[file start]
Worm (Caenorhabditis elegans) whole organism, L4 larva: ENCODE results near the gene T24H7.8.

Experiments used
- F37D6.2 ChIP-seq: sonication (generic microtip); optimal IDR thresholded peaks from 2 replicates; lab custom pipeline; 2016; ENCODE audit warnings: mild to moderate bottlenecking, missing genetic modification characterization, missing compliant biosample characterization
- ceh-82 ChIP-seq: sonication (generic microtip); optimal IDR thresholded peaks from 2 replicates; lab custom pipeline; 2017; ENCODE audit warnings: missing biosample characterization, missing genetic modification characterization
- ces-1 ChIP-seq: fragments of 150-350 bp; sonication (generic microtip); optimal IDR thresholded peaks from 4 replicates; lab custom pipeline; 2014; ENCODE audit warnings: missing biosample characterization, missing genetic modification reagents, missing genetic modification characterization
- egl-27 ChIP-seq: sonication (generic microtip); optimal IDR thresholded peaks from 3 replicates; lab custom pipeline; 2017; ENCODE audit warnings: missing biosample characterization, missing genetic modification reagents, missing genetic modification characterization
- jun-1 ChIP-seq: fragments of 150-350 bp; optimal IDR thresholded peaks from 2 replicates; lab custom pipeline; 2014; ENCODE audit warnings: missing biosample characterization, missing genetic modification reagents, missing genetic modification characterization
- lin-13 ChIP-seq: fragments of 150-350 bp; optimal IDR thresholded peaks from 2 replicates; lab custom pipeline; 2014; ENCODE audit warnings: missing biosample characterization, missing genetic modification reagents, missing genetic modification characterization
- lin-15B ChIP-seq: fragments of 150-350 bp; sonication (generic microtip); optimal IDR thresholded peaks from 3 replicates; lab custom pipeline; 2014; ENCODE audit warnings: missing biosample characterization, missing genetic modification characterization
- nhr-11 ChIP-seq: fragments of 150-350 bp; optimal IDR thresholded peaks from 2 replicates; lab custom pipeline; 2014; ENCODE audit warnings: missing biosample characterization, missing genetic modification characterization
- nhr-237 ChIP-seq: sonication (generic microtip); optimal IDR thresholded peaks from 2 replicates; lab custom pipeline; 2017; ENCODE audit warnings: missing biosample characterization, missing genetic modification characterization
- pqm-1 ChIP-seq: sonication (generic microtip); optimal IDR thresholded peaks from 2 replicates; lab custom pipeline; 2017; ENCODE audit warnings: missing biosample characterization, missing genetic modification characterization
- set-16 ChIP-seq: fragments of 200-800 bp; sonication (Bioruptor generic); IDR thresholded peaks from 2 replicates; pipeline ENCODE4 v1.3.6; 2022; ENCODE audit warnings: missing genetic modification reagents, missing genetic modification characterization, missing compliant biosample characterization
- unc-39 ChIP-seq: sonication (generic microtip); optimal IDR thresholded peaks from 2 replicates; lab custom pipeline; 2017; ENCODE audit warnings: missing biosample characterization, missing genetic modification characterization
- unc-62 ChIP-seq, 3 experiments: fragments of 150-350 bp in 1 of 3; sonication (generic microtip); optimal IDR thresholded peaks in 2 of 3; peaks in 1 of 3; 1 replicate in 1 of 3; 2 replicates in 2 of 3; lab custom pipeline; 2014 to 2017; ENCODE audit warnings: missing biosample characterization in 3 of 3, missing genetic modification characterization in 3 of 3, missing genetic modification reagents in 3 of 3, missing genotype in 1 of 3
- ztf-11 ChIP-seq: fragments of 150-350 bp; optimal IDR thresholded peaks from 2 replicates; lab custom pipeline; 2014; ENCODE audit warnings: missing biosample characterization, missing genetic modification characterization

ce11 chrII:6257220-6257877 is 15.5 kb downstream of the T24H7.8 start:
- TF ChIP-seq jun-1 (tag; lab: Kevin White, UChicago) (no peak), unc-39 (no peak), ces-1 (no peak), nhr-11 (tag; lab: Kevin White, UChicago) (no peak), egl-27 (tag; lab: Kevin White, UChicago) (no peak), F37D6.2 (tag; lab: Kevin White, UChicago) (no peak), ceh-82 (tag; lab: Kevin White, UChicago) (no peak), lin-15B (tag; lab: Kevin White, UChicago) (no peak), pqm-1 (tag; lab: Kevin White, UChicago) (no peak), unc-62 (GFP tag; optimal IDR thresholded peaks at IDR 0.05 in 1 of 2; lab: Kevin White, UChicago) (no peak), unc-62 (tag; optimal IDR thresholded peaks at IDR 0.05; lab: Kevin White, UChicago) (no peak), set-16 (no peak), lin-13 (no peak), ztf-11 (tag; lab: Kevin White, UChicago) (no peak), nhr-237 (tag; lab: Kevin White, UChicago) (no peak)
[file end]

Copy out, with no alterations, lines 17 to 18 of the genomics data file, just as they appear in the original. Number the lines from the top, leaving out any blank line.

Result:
ce11 chrII:6257220-6257877 is 15.5 kb downstream of the T24H7.8 start:
- TF ChIP-seq jun-1 (tag; lab: Kevin White, UChicago) (no peak), unc-39 (no peak), ces-1 (no peak), nhr-11 (tag; lab: Kevin White, UChicago) (no peak), egl-27 (tag; lab: Kevin White, UChicago) (no peak), F37D6.2 (tag; lab: Kevin White, UChicago) (no peak), ceh-82 (tag; lab: Kevin White, UChicago) (no peak), lin-15B (tag; lab: Kevin White, UChicago) (no peak), pqm-1 (tag; lab: Kevin White, UChicago) (no peak), unc-62 (GFP tag; optimal IDR thresholded peaks at IDR 0.05 in 1 of 2; lab: Kevin White, UChicago) (no peak), unc-62 (tag; optimal IDR thresholded peaks at IDR 0.05; lab: Kevin White, UChicago) (no peak), set-16 (no peak), lin-13 (no peak), ztf-11 (tag; lab: Kevin White, UChicago) (no peak), nhr-237 (tag; lab: Kevin White, UChicago) (no peak)